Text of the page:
Let V1-R be defined as the voltage produced by a thermocouple at temperature T1 when a proper reference junction at temperature TR is used (T R = reference temperature = 0 oC). V1-R is the voltage listed in the thermocouple tables at temperature T1.
Let V1-2 be defined as the difference in voltage between V1-R and V2-R,
V1-2 = V1-R – V2-R
Negative sign errors can be problematic when working with these equations, if one is not consistent.
By convention, the thermocouple tables are constructed such that higher temperature yields higher thermo-junctive voltage.
In other words, it is always be assumed that the two thermocouple wires (let’s call them wire A and wire B) are connected to the voltmeter in such a way that the voltage is positive when the temperature being measured is greater than the reference temperature. Likewise, the voltage is negative when the temperature being measured is less than the reference temperature.
Since the standard reference temperature for thermocouple tables is 0ºC, positive temperatures in units of ºC yield positive thermo-junctive voltages, and negative temperatures in units of oC yield negative thermo-junctive voltages.
Note that if the wires are connected the opposite way to the voltmeter, the voltages will of course be of opposite sign.
There are three laws or rules that apply to thermocouples:
- Law of intermediate metals
“A third (intermediate) metal wire can be inserted in series with one of the wires without changing the voltage reading (provided that the two new junctions are at the same temperature)”.
Consider the setup below, where a rectangle around a thermo-junction indicates a constant temperature bath (e.g. a pot of boiling water or an ice-water bath).
The law of intermediate metals states that the voltage reading, V1-2 does not change if one adds a third (intermediate) wire in line with any of the wires in the circuit, as sketched below:
In the above diagram, it is assumed that both of the new junctions (between metal B and metal C) are at the same temperature, i.e. ambient temperature, Ta.
One can easily see that the law of intermediate metals must hold here, since whatever voltage is generated at one of the new junctions is exactly canceled by an equal and opposite voltage generated at the other new junction.
Likewise, metal C can be inserted anywhere else in the circuit without any effect on the output voltage, provided that the two new junctions are at the same temperature. For example, consider the following modified circuit:
Again, if the two new junctions (this time between metals A and C) are at the same temperature, there is no net effect on the output voltage.
- Law of intermediate temperatures
“If identical thermocouples measure the temperature difference between T1 and T2, and the temperature difference between T2 and T3, then the sum of the corresponding voltages V1-2 + V2-3 must equal the voltage V1-3 generated by an identical thermocouple measuring the temperature difference between T1 and T3”.
Mathematical statement of the law of intermediate temperatures:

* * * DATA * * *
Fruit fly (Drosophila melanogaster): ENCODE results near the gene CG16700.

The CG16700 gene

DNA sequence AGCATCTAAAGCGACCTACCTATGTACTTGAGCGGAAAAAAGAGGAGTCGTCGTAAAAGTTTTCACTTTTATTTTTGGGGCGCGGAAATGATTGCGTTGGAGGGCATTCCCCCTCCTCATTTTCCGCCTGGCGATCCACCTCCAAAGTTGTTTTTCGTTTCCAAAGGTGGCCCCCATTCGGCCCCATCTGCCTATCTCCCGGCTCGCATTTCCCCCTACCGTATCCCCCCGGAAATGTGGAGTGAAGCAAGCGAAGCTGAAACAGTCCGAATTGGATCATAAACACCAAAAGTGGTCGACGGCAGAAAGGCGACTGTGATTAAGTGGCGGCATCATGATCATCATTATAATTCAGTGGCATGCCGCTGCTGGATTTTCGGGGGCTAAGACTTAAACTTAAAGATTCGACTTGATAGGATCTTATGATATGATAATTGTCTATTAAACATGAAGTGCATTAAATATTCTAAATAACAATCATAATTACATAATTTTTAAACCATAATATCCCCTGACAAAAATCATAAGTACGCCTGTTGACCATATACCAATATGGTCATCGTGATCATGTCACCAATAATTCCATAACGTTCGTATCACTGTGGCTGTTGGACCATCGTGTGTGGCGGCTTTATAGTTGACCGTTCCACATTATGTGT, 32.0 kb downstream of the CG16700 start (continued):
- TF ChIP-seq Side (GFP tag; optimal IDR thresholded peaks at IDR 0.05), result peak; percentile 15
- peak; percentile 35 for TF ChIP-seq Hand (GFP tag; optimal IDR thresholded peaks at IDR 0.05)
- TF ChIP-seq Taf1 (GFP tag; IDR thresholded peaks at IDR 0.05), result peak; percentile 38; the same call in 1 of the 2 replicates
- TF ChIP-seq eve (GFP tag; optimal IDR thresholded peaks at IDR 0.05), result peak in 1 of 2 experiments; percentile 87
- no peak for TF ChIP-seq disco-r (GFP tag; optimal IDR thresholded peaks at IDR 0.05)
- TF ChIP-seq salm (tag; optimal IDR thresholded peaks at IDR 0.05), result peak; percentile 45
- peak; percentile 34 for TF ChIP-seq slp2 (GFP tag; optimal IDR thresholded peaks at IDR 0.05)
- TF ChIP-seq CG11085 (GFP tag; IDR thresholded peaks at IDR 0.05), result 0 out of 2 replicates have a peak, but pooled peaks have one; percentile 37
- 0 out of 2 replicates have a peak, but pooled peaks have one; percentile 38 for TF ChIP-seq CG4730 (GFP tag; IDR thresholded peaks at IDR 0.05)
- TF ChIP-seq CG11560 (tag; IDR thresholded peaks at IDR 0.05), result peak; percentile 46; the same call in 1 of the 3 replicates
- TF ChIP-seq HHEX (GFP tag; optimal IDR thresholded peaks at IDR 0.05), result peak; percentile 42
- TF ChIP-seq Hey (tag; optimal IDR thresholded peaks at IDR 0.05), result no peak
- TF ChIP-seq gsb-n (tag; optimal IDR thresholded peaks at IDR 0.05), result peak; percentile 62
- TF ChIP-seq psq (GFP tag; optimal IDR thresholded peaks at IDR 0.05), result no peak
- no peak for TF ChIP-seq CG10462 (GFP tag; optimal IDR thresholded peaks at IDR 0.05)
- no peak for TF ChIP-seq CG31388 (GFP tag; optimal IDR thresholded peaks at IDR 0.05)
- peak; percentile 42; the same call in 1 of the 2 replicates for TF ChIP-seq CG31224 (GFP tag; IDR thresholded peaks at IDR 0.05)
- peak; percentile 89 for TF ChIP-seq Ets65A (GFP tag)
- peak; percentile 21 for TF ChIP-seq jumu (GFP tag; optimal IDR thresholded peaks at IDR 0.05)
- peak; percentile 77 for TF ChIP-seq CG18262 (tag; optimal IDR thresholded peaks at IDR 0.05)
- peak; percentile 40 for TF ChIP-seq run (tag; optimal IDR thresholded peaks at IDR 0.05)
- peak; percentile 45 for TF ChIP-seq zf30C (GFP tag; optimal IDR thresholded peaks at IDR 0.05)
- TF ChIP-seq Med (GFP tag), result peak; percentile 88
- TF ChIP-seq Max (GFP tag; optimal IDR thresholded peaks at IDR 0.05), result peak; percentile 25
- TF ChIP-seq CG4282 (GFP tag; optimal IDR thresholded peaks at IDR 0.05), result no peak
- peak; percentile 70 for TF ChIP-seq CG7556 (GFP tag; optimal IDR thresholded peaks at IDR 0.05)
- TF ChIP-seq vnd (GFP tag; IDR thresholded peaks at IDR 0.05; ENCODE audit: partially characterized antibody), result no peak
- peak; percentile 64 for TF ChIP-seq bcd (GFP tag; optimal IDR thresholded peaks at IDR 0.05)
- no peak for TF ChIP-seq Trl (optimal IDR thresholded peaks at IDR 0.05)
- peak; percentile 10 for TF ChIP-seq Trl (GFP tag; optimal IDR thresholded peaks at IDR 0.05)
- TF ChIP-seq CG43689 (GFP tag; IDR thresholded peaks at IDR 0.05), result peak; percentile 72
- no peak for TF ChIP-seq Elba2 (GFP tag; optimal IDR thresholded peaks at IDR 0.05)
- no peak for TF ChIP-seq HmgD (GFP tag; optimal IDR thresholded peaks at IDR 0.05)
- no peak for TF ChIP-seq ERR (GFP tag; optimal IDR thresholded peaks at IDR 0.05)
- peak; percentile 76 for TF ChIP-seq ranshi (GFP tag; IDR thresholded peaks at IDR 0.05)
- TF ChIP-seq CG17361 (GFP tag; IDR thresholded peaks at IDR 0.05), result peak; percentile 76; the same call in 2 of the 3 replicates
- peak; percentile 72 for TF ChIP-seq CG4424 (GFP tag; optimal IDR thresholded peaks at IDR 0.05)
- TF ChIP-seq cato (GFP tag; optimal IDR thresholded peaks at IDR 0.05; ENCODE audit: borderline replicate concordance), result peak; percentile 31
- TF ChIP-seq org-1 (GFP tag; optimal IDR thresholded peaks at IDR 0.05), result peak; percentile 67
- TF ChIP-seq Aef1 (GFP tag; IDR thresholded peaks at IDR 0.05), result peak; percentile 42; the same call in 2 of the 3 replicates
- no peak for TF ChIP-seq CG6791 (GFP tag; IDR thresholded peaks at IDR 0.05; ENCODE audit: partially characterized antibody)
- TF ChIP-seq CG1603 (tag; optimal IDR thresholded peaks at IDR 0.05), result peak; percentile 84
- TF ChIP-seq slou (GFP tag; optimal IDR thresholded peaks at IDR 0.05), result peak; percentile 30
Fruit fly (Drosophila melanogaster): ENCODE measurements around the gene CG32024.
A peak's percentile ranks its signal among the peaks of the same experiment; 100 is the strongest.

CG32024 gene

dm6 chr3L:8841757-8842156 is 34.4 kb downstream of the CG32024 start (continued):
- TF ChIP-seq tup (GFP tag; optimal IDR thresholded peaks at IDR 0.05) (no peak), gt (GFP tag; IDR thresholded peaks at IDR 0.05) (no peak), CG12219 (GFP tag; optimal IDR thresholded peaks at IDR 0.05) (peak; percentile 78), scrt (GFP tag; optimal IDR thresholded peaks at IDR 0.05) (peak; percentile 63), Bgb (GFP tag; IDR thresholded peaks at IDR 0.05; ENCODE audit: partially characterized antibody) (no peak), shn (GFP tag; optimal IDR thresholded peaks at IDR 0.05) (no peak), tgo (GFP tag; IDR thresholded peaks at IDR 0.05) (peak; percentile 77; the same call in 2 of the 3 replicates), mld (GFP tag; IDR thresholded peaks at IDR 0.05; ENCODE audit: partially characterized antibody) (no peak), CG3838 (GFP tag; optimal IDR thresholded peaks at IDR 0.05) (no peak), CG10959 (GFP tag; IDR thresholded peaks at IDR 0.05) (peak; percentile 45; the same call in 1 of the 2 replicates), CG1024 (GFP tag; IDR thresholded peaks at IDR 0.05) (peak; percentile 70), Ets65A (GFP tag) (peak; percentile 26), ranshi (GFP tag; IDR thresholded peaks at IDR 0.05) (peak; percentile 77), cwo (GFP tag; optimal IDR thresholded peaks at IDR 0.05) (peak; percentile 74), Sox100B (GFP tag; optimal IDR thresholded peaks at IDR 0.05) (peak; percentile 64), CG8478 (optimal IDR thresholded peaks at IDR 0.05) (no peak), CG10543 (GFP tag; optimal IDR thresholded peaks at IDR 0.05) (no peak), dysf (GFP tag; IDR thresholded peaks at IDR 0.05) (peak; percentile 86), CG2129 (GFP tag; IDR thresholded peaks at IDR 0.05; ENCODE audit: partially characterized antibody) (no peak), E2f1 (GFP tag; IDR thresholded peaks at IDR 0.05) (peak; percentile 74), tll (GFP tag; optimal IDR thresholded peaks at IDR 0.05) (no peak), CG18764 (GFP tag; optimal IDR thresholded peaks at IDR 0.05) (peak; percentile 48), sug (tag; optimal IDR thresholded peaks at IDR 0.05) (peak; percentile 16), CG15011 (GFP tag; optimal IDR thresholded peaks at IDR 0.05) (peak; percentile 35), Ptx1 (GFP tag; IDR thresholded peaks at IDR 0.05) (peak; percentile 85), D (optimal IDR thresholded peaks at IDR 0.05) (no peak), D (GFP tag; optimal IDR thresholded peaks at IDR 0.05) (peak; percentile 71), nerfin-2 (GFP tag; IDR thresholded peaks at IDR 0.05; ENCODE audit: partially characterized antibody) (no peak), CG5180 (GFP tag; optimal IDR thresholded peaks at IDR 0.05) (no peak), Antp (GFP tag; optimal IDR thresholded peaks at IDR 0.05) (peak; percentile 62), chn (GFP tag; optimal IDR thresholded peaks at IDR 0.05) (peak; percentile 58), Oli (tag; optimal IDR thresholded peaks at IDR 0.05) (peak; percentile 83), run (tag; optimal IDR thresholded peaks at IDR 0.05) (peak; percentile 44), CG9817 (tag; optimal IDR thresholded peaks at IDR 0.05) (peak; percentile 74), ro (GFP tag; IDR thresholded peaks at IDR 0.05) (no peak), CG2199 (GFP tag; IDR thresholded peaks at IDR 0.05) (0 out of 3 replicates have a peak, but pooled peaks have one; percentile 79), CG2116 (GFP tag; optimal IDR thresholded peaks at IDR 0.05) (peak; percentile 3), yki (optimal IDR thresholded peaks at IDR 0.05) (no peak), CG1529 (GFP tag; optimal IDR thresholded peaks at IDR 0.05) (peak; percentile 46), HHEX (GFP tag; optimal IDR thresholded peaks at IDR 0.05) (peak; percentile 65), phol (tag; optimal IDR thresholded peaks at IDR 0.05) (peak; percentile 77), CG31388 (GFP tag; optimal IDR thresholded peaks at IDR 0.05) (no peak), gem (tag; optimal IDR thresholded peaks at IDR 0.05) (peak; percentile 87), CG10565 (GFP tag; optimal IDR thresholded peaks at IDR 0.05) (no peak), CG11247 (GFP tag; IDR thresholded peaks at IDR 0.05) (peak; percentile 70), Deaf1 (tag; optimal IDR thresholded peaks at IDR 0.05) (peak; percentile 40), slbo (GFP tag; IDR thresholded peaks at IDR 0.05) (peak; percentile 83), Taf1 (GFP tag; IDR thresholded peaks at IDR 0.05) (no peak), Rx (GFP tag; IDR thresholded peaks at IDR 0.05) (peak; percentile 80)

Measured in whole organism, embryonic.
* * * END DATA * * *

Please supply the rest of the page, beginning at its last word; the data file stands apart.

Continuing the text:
V1-3 = V1-2 + V2-3 for any three temperatures, T1, T2, and T3.
Consider the setup below, where six thermo-junctions are shown, two in each constant temperature bath. Note: To avoid clutter in the diagram, the copper leads of the DVM are no longer shown. Also, for brevity, letters A and B indicate metal A and metal B, two different types of thermocouple wires.
By the notation convention adopted here,
V1-3 = V1-R – V3-R,
which can be written as
V1-3 = (V1-R – V2-R) + (V2-R – V3-R)
But since (also by definition)
V1-2 = V1-R – V2-R, and
V2-3 = V2-R – V3-R,
it follows directly that
V1-3 = V1-2 + V2-3.
- Law of additive voltages
“For a given set of 3 thermocouple wires, A, B, and C, all measuring the same temperature difference T1 – T2, the voltage measured by wires A and C must equal the sum of the voltage measured by wires A and B and the voltage measured by wires B and C”.
Consider the setup below, where six thermo-junctions are shown, three in constant temperature bath T1, and three in constant temperature bath T2. As above, letters A, B, and C indicate different types of thermocouple wires.
The law of additive voltages can be stated mathematically as:
V1-2 (wires A and C) = V1-2 (wires A and B) + V1-2 (wires B and C)
Or, rearranging in terms of voltage differences,
V1-2 (wires A and B) = V1-2 (wires A and C) – V1-2 (wires B and C).
A thermopile is defined as several thermocouples connected in series. For example, a thermopile with three sensing junctions is shown below:
As T2 is increased, the output voltage increases significantly. The advantage of a thermopile (as compared to just one sensing junction) is increased sensitivity.
Here, the voltage output is three times that which is generated by just one thermocouple under otherwise identical conditions, as sketched below:
With enough sensing junctions, a thermopile can actually generate a useful voltage. For example, thermopiles are often used to control shut-off valves in furnaces.
Also Read: Basics of Thermocouple & RTD sensors